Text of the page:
Suburban house has class past history

THERE’S history aplenty at Sheares Villa – but what of its future?

The now-suburban house was a private secondary school in the latter 1900s, but long before that was the one-time family home of United Irishmen John and Henry Sheares, whose father, also John, was a wealthy banker and represented the Borough of Clonakilty in the English Parliament.

John snr was a partner in the bank Rogers, Travers and Sheares, on what is now called Sheares Street in Cork city centre. Some of the family was reared in this 1700s-built faded elegant villa on Cork city’s Glasheen Road which was then countryside, and John and Henry Sheares became politically radicalised after a spell visiting France during revolutionary times. The Sheares brothers, who became barristers, later lived in Dublin and ultimately were both betrayed, charged with treason for their part in the 1798 Rebellion, and were hanged at the end of that year.

A plaque on the wall of this Regency-style villa in Cork city’s now old suburbs recalls the link with the Sheares brothers, and the house passed through a number of families and generations – before becoming a private boys’ secondary school in the 1950s.

Teacher Sean Donnelly – keenly aware of the place’s special role – turned the private house into Glasheen Secondary School. After he married in the 1960s, his wife Noreen, who’d been a district nurse, retrained also as a teacher. At peak, the school employed well over a dozen teachers, and educated boys from as far away as Ovens, west of Ballincollig, who’d cycle daily into the city’s suburbs for school.

Mr Donnelly died in the 1970s, his wife Noreen continued to run the school until 1981, when it closed, some years after the rise of Coláiste Spioraid Naomh in Bishopstown.

In recent years, while still being a family home, Sheares Villa (near Glasheen National School) housed a pre-school in some of its former classrooms.

Now, the period, listed property with long a long and noble past faces a new chapter and options, coming publicly up for sale with estate agent Sheila O’Flynn of Sherry FitzGerald.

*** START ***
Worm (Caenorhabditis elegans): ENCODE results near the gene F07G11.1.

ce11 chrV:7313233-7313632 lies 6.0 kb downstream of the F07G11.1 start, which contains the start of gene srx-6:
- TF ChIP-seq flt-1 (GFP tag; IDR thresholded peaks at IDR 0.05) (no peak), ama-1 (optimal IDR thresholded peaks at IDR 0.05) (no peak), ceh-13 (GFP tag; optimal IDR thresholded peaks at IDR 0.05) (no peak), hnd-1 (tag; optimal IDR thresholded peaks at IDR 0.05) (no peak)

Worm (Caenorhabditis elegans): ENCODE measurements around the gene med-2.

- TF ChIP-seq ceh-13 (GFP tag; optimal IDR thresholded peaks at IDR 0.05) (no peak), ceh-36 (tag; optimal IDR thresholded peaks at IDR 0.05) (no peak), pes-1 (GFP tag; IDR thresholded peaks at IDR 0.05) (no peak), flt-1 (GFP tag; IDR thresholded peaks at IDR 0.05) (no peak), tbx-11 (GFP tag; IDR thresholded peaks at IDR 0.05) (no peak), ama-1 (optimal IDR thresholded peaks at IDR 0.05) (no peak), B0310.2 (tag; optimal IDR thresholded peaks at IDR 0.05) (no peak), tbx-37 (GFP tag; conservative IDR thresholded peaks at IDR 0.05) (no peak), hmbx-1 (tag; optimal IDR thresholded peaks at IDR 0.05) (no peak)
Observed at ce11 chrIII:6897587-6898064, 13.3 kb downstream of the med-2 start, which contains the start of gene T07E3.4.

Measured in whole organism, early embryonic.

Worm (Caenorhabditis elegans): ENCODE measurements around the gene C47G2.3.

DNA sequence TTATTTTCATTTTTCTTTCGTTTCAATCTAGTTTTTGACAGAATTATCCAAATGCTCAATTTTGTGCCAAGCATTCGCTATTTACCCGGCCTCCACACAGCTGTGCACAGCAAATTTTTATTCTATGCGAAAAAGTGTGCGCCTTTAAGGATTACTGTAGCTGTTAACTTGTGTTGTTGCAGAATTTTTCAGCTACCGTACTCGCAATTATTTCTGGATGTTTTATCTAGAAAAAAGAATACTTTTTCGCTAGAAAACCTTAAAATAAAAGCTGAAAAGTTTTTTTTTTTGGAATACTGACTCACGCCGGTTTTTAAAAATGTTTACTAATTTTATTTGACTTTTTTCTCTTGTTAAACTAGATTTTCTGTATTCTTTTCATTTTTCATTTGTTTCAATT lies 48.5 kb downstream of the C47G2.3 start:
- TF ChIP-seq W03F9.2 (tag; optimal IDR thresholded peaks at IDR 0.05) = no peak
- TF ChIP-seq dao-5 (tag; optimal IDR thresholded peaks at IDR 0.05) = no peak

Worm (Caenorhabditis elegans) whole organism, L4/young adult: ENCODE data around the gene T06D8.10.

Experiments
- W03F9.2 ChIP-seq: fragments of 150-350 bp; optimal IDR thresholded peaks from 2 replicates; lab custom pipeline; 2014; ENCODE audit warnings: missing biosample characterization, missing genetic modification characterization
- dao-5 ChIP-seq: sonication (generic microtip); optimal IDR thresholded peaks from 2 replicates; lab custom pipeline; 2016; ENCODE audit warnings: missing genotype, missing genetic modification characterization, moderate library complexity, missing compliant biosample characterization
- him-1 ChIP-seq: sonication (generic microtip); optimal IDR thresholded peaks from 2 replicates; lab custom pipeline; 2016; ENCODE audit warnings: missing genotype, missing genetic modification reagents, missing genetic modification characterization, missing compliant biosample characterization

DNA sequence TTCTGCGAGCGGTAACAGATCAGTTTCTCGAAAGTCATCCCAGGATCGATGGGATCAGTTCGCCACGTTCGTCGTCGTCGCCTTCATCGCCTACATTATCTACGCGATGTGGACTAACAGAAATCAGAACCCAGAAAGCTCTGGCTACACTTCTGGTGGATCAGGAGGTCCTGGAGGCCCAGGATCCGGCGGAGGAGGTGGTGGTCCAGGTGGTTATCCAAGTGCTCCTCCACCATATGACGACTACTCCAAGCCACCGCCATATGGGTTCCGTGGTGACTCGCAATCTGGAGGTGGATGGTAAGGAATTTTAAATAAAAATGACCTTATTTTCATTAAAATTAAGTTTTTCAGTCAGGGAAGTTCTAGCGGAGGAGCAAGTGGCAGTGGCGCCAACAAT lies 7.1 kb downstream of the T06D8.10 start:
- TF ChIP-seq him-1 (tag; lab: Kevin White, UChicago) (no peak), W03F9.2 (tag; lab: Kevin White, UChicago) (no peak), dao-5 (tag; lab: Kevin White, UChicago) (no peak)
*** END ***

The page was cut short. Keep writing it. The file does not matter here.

There’s a two storey over basement house with significant architectural detailing, especially some very old timber panelling in the front formal rooms and hall: a recent removal of an overmantle mirror has revealed a mid 1700s Chinoiserie idealised landscape painting done directly on the wall, and this is about to be further investigated.

There’s a short series of graceful limestone steps to the main entrance, and the house (needing extensive conservation) has a 1960s residential annexe to the right, plus rear additions, which are likely to be removed. There’s about 3,000 of main living space, in rather a jumble of rooms.

Overall site area is 1.1 acres, with mature beech trees mostly on the perimeter and with a very fine, mature copper beech in the front lawn, along the old stone-walled approach avenue.

The house, opposite Flannery’s Bar, has good levels of privacy.

Guide price is €575,000, a fraction of what it might have been expected to make a few years ago for its development potential.

Given its proximity to both UCC and the CUH and Bon Secours hospitals there may be some educational/medical/institutional/religious interest – even for car parking – and the existing classroom blocks (some were rented as apartments) may give way to a few large new detached houses. Sheares Villas hits the market at a depressed time for speculative and substantial market buys – although the large 3,000 sq ft Arts and Crafts home No 2 Carrigfern by the Bon Secours, has just been sold for owner Professor Joe Lee, via Cohalan Downing for a bit less than its €850,000 AMV.


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